Check Your Head with Winemaker Jayden Ong

A DIY punk ethos drives his vineyard ambition, and a lyric from an early 90s Beastie Boys song Pass the Mic is how it all began for winemaker Jayden Ong. But he also counts Bad Religion, David Bowie and Stevie Nicks as artists worth quoting when he bottles his own.

While Ong runs his own namesake winery and cellar door in Healesville with his wife Morgan, he is also co-owner and founder of Cumulus Inc with chef Andrew McConnell -a Flinders Lane institution that celebrates its 15th anniversary this month.

“There’s a DIY to how I approach wine. We make it for ourselves; it’s old school in that way. And that Beastie Boys line from Pass the Mic – “Be true to yourself and you will never fail” – that is how we feel when we make our wines as well. I don’t pretend to make wines for anyone else,” says Jayden Ong.

“But I do hope my own experience and the decisions I make lead to great wines,” he adds.

When the WA native who moved to Melbourne in the late 90s, he was chasing a love of live music as much as he was the food and drink culture on the East Coast of Australia. A seven-year stint at Melbourne Wine Room led to working with Andrew McConnell at 312.

It was fellow chef and friend David Moyle who introduced Ong to McConnell – and to his wife Morgan as well.  Then came the opportunity to start a business together – and enter Cumulus Inc.

“Andrew and I set about creating a place that as owners we wanted to go to ourselves,” says Ong.

“We discussed everything from we wanted to see on the plate to what mattered in the glass and how we wanted to be greeted when we arrive at 45 Flinders Lane,” says Ong. “We stuck to that vision I am proud to say.”

When it comes to the wine list at Cumulus Inc, Ong says it’s about supporting local and based on merit. There’s been a consistency to his approach over the past 15 years.

“When I look at the wine lists now, the things that remain the same are the pillars I installed early on at Cumulus Inc,” says Ong. “Value, merit, quality.”

“I guess the biggest difference is the cost of wine has changed in 15 years.  Value is important; but I don’t mean cheap makes the cut.  I still have friends who harass me today because I didn’t put their wines on the list 15 years ago because we were mates,” he laughs. “Cumulus Inc is very Australian leaning and we still are that today.”

He admits many restaurants all deal with the same wine suppliers, so the importance of keeping a step ahead is imperative too.

“There’s always a possibility that lists look similar in restaurants because of this, but at Cumulus Inc we were always looking to provide our guests with something unique and a point of difference,” he says.

Ong is drawn to sourcing wines that are made at high altitude, come from small producers and grapes farmed in a particular style. “They’re often the most attractive and interesting to me at the end of the day,” says Ong.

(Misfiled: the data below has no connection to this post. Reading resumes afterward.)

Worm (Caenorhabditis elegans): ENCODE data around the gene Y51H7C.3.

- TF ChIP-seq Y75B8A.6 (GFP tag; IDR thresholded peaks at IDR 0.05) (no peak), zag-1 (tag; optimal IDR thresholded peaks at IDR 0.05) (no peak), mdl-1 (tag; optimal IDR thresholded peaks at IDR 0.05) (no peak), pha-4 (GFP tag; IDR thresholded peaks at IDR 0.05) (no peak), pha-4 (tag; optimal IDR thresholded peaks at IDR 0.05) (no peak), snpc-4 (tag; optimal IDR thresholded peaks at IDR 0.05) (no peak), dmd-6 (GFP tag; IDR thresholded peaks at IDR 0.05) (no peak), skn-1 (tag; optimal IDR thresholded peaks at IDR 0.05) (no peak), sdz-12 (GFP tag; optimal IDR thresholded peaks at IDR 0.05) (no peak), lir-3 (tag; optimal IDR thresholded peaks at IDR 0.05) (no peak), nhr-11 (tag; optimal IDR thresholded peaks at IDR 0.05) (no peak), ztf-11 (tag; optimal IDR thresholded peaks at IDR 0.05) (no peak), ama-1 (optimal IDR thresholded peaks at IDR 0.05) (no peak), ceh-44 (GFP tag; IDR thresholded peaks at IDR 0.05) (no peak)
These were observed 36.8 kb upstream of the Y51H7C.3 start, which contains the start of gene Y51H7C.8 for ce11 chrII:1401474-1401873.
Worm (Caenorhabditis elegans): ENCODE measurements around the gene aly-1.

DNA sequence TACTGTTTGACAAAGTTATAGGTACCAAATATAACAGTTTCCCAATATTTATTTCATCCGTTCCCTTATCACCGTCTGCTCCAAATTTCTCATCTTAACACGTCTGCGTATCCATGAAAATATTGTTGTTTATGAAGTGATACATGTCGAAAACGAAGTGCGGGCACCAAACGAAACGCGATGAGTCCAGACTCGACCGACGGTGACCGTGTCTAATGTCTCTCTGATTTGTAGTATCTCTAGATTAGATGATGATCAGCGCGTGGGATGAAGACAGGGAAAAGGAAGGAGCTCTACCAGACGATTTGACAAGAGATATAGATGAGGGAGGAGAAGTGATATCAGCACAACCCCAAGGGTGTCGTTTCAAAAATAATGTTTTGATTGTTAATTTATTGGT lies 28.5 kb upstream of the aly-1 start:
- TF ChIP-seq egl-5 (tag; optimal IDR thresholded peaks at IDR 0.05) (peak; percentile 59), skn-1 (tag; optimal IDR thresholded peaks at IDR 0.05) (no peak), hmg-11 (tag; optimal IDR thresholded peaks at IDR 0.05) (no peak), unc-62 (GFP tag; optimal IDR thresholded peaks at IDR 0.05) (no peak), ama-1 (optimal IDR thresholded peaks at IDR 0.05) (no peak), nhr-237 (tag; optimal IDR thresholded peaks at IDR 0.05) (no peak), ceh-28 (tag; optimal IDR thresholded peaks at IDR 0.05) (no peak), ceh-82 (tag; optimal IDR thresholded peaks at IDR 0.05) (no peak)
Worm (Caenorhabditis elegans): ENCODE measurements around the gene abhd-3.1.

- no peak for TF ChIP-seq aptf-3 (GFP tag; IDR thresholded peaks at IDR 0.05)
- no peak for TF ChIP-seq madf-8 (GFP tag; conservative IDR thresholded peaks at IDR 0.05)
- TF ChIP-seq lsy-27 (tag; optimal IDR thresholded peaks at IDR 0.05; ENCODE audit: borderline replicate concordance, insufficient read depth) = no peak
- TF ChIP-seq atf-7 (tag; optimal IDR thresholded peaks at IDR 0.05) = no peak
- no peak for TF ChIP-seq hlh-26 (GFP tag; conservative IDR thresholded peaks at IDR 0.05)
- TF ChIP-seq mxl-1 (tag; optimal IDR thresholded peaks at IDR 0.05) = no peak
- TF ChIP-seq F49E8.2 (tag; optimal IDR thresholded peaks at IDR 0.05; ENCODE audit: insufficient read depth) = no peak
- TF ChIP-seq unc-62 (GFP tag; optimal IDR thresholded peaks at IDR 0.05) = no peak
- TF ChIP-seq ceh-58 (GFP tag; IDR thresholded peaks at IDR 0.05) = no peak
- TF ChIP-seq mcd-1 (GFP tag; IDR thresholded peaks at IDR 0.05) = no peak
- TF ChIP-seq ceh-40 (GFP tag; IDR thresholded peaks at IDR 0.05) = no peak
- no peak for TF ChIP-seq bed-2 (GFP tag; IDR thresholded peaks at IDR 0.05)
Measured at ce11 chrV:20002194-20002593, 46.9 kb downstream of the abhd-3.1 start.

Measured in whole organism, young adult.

He also owns a property on Mount Toolebewong in the Yarra Valley, and it’s here he planted a vineyard at a significant elevation which he tends to organically.  A long-term lease on the Chestnut Hill Vineyard at Mount Burnett is a second location.

His wine brand includes Moonlit Forest, One Block, La Maison de Ong and Jayden Ong. It’s the detail in the label that also reflects the hard-working ethics of the winemaker himself.  The team who created the logo for Cumulus Inc are also behind the One Block Label [That’s Round Design while an artist friend from Perth makes the Moonlit labels; painterly nudes that reflect his heart on sleeve approach.

A new release of Moonlit Forest 2021 will hit the shelves soon. It’s a skin contact pink wine that will be available at Blackhearts & Sparrows.

“We have a second bottling coming up that has spent longer in old oak and it’s a deeply complex quite easy drinking wine that can be served chilled,” he says.

When it comes to his own personal preference, Ong says the wines he enjoys tend to be lower in alcohol.

“The wines I enjoy are usually vibrant and have vitality. They have a balance in flavour that isn’t dried out or over ripened,” he says.

“There’s a fresh quality to them. It’s like looking through a window when you taste them – you can sense where the wine has come from, how it was made, how it was farmed and where it was grown. I think high alcohol distorts the clear view of how grapes have been grown, and technique can cloud it as well.”

Settling in the Yarra Valley eight years ago is paying off for Ong who says the locals have made his family feel welcome. “To have the support of locals is really great. You never know when you turn up to start a vineyard how others will take that, but we’ve been lucky to have the support and that’s great for our community connection.”


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